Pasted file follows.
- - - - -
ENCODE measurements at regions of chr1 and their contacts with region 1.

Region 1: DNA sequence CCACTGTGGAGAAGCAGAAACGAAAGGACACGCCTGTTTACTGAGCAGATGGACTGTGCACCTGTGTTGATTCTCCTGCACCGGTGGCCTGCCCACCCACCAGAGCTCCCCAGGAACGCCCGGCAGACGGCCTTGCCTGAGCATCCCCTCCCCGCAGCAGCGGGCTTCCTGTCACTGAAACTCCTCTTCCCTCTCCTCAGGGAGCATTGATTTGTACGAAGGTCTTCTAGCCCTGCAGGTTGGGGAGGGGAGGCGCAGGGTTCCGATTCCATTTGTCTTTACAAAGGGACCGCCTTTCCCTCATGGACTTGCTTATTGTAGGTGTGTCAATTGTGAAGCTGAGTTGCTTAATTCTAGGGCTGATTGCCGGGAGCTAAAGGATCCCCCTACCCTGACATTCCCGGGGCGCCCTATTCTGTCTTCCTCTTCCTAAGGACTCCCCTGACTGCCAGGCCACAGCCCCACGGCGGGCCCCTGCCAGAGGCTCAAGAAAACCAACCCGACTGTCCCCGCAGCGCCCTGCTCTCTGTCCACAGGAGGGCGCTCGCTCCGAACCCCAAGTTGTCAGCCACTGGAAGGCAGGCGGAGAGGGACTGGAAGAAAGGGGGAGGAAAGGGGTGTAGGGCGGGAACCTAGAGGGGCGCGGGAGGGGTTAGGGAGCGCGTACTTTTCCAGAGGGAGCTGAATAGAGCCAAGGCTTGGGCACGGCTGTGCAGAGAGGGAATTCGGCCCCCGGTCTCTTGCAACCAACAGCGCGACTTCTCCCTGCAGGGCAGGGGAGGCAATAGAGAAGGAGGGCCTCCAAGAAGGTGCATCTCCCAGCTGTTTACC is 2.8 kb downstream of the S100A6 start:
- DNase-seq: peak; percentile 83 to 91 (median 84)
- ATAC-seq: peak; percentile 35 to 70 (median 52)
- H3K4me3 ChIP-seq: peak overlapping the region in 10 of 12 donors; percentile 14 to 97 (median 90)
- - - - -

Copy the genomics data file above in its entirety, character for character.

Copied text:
ENCODE measurements at regions of chr1 and their contacts with region 1.

Region 1: DNA sequence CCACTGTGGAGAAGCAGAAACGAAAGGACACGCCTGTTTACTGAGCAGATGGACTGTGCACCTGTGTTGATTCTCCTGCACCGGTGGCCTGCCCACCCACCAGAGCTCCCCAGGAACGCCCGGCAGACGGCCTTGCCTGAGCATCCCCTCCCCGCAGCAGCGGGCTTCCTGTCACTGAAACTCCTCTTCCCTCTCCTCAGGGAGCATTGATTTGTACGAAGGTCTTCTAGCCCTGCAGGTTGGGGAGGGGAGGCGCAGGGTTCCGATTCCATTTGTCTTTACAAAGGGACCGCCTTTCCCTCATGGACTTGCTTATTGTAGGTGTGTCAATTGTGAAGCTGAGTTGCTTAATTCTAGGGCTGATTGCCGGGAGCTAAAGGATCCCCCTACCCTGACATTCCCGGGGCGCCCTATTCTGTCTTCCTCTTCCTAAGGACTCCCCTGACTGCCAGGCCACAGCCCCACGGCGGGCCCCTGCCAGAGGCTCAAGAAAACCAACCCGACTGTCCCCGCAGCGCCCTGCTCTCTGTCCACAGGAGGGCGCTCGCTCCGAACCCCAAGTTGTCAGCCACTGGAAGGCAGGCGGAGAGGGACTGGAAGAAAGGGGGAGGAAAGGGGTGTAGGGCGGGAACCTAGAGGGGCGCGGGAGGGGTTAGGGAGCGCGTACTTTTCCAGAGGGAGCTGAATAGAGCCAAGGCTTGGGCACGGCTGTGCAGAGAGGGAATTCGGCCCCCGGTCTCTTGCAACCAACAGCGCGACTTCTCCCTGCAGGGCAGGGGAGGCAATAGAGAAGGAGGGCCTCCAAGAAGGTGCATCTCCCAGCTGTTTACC is 2.8 kb downstream of the S100A6 start:
- DNase-seq: peak; percentile 83 to 91 (median 84)
- ATAC-seq: peak; percentile 35 to 70 (median 52)
- H3K4me3 ChIP-seq: peak overlapping the region in 10 of 12 donors; percentile 14 to 97 (median 90)